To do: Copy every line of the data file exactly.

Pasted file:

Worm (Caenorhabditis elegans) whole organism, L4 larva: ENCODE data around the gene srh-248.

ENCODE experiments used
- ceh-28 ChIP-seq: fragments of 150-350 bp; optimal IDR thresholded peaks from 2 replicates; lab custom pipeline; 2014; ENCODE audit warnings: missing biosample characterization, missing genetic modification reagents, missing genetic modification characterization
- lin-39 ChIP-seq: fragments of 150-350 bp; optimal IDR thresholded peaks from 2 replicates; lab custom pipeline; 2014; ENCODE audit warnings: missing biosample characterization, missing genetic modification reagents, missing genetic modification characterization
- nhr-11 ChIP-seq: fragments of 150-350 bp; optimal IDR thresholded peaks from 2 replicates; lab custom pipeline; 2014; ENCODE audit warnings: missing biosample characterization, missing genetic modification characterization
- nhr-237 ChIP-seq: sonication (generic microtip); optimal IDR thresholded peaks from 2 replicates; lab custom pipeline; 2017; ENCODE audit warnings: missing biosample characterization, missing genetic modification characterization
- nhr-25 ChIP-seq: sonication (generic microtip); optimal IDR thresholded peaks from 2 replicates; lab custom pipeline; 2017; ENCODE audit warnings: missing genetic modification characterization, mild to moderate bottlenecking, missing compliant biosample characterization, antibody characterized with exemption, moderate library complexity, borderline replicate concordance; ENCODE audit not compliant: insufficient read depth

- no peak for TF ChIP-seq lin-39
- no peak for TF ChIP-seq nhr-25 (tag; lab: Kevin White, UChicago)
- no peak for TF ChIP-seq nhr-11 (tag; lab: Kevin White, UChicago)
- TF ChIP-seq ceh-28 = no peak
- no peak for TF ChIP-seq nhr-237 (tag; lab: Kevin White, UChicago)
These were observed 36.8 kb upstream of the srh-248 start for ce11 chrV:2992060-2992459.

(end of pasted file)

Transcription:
Worm (Caenorhabditis elegans) whole organism, L4 larva: ENCODE data around the gene srh-248.

ENCODE experiments used
- ceh-28 ChIP-seq: fragments of 150-350 bp; optimal IDR thresholded peaks from 2 replicates; lab custom pipeline; 2014; ENCODE audit warnings: missing biosample characterization, missing genetic modification reagents, missing genetic modification characterization
- lin-39 ChIP-seq: fragments of 150-350 bp; optimal IDR thresholded peaks from 2 replicates; lab custom pipeline; 2014; ENCODE audit warnings: missing biosample characterization, missing genetic modification reagents, missing genetic modification characterization
- nhr-11 ChIP-seq: fragments of 150-350 bp; optimal IDR thresholded peaks from 2 replicates; lab custom pipeline; 2014; ENCODE audit warnings: missing biosample characterization, missing genetic modification characterization
- nhr-237 ChIP-seq: sonication (generic microtip); optimal IDR thresholded peaks from 2 replicates; lab custom pipeline; 2017; ENCODE audit warnings: missing biosample characterization, missing genetic modification characterization
- nhr-25 ChIP-seq: sonication (generic microtip); optimal IDR thresholded peaks from 2 replicates; lab custom pipeline; 2017; ENCODE audit warnings: missing genetic modification characterization, mild to moderate bottlenecking, missing compliant biosample characterization, antibody characterized with exemption, moderate library complexity, borderline replicate concordance; ENCODE audit not compliant: insufficient read depth

- no peak for TF ChIP-seq lin-39
- no peak for TF ChIP-seq nhr-25 (tag; lab: Kevin White, UChicago)
- no peak for TF ChIP-seq nhr-11 (tag; lab: Kevin White, UChicago)
- TF ChIP-seq ceh-28 = no peak
- no peak for TF ChIP-seq nhr-237 (tag; lab: Kevin White, UChicago)
These were observed 36.8 kb upstream of the srh-248 start for ce11 chrV:2992060-2992459.